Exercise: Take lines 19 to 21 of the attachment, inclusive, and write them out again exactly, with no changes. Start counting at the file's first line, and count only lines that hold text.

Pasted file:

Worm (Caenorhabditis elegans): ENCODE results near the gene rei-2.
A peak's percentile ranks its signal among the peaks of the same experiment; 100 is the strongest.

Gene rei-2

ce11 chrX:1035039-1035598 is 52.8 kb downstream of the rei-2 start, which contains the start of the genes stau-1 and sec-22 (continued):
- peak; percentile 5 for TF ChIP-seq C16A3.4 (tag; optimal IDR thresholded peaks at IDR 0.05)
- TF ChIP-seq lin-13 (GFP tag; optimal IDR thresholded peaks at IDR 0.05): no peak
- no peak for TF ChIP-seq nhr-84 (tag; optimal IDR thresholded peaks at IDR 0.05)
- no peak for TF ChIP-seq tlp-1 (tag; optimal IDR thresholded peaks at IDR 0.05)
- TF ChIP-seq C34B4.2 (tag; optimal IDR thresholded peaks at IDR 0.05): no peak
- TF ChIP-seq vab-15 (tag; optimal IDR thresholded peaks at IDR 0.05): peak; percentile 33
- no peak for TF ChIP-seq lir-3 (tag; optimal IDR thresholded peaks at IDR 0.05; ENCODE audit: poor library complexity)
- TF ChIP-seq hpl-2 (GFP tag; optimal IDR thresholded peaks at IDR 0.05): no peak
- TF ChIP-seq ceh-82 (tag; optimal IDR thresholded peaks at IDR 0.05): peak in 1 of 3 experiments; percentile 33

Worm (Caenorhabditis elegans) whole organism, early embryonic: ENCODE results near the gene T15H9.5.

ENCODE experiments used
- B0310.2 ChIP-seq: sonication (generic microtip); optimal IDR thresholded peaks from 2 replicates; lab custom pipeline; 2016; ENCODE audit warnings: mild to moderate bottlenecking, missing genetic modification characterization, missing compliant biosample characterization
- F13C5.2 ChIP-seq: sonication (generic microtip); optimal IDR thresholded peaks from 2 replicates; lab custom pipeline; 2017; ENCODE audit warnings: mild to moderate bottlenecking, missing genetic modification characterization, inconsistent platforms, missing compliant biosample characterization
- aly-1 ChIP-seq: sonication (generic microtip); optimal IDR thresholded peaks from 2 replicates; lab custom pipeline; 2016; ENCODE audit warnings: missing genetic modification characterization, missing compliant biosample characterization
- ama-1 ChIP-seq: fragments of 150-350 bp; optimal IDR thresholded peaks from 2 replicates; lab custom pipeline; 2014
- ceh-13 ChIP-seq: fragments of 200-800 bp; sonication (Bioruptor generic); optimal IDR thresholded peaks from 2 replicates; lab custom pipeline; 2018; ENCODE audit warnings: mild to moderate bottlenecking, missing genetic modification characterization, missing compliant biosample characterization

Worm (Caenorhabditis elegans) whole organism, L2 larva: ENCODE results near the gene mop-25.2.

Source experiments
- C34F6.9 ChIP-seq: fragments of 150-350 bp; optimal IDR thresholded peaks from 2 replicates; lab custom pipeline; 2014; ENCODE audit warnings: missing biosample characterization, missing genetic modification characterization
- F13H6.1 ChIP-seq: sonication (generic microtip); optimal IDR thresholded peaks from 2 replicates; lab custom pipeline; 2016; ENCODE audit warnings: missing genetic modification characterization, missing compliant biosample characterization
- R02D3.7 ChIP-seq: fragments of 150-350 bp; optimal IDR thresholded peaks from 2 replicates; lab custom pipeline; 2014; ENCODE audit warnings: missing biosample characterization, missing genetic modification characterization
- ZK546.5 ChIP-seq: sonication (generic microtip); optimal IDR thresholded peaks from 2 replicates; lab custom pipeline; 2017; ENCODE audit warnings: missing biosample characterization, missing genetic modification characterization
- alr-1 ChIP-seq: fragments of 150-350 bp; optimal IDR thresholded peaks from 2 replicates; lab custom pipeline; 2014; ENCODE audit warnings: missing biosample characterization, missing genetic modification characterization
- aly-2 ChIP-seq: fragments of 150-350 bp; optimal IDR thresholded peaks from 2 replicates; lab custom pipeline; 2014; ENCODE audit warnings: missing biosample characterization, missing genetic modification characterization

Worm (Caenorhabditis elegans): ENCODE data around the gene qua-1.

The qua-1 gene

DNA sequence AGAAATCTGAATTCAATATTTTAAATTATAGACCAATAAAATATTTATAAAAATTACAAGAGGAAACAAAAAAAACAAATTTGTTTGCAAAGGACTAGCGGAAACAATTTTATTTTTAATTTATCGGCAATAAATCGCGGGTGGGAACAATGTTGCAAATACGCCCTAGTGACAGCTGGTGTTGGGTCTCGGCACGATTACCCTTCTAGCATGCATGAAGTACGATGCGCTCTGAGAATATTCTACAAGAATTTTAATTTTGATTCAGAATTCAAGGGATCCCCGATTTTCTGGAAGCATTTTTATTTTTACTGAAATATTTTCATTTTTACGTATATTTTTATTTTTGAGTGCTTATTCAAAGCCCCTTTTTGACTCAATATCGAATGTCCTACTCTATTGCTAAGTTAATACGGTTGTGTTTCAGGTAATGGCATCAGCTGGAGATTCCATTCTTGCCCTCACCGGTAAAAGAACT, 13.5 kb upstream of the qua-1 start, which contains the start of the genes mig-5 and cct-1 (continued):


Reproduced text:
- ama-1 ChIP-seq: fragments of 150-350 bp; optimal IDR thresholded peaks from 2 replicates; lab custom pipeline; 2014
- ceh-13 ChIP-seq: fragments of 200-800 bp; sonication (Bioruptor generic); optimal IDR thresholded peaks from 2 replicates; lab custom pipeline; 2018; ENCODE audit warnings: mild to moderate bottlenecking, missing genetic modification characterization, missing compliant biosample characterization

Worm (Caenorhabditis elegans) whole organism, L2 larva: ENCODE results near the gene mop-25.2.